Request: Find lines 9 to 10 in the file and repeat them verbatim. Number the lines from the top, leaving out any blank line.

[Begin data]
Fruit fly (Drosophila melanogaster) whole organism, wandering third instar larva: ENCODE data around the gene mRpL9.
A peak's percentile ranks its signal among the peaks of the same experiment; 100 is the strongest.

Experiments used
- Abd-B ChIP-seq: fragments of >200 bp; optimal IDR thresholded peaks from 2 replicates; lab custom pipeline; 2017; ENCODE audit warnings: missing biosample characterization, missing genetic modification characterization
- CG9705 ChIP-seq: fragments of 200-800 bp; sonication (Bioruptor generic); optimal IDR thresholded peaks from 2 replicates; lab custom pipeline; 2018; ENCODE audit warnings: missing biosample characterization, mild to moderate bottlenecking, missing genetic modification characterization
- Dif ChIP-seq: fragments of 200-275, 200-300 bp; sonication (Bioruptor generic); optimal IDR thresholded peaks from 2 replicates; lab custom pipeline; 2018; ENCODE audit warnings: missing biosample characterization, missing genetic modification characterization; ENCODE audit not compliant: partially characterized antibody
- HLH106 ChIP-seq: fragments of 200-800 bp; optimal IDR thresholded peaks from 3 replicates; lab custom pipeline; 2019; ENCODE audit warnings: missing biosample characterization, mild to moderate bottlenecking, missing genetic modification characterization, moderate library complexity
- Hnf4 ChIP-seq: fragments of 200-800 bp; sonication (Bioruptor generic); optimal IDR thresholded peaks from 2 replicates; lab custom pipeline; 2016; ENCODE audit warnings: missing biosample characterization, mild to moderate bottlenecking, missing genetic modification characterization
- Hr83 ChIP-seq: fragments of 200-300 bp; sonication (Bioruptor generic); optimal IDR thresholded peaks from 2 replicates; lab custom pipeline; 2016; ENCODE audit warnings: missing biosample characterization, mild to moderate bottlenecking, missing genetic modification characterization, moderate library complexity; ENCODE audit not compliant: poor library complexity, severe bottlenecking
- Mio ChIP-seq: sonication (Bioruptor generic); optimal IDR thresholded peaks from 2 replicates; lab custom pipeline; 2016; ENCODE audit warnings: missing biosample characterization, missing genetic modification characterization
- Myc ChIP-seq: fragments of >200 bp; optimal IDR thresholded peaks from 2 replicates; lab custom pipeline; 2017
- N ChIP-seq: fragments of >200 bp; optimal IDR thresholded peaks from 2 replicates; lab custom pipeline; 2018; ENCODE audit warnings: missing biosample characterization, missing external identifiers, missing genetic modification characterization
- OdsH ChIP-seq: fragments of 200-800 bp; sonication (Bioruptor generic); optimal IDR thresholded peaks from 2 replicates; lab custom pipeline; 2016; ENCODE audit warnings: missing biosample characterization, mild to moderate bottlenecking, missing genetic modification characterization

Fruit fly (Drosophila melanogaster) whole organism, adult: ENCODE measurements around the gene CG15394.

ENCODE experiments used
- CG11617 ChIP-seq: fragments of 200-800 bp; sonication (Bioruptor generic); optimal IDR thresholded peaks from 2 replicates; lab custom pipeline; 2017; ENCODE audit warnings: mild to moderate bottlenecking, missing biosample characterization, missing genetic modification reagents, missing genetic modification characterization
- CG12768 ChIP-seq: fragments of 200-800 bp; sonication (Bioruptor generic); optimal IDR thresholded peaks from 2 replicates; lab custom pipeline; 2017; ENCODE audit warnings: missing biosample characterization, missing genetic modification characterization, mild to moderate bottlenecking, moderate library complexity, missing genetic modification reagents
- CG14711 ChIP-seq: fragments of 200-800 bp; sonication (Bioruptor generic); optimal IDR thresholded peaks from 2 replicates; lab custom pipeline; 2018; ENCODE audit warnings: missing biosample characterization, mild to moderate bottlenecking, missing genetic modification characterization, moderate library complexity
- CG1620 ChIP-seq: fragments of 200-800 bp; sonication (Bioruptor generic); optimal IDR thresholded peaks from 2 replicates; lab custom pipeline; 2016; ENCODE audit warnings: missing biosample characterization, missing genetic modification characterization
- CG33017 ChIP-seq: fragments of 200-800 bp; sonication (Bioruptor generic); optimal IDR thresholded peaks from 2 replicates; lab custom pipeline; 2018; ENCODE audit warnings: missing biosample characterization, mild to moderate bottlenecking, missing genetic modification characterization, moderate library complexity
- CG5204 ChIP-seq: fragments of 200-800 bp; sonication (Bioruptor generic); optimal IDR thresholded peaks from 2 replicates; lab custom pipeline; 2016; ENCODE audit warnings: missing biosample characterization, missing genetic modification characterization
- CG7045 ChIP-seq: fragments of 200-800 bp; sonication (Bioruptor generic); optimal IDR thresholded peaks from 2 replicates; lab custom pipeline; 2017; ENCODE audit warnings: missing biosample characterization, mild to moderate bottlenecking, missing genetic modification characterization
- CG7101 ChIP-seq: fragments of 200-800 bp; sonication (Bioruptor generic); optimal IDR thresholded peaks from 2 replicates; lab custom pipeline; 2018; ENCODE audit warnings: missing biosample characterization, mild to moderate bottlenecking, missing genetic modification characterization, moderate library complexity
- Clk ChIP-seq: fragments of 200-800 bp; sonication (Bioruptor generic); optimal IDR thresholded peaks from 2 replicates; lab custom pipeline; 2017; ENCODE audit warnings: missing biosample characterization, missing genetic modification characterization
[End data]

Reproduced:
- Hr83 ChIP-seq: fragments of 200-300 bp; sonication (Bioruptor generic); optimal IDR thresholded peaks from 2 replicates; lab custom pipeline; 2016; ENCODE audit warnings: missing biosample characterization, mild to moderate bottlenecking, missing genetic modification characterization, moderate library complexity; ENCODE audit not compliant: poor library complexity, severe bottlenecking
- Mio ChIP-seq: sonication (Bioruptor generic); optimal IDR thresholded peaks from 2 replicates; lab custom pipeline; 2016; ENCODE audit warnings: missing biosample characterization, missing genetic modification characterization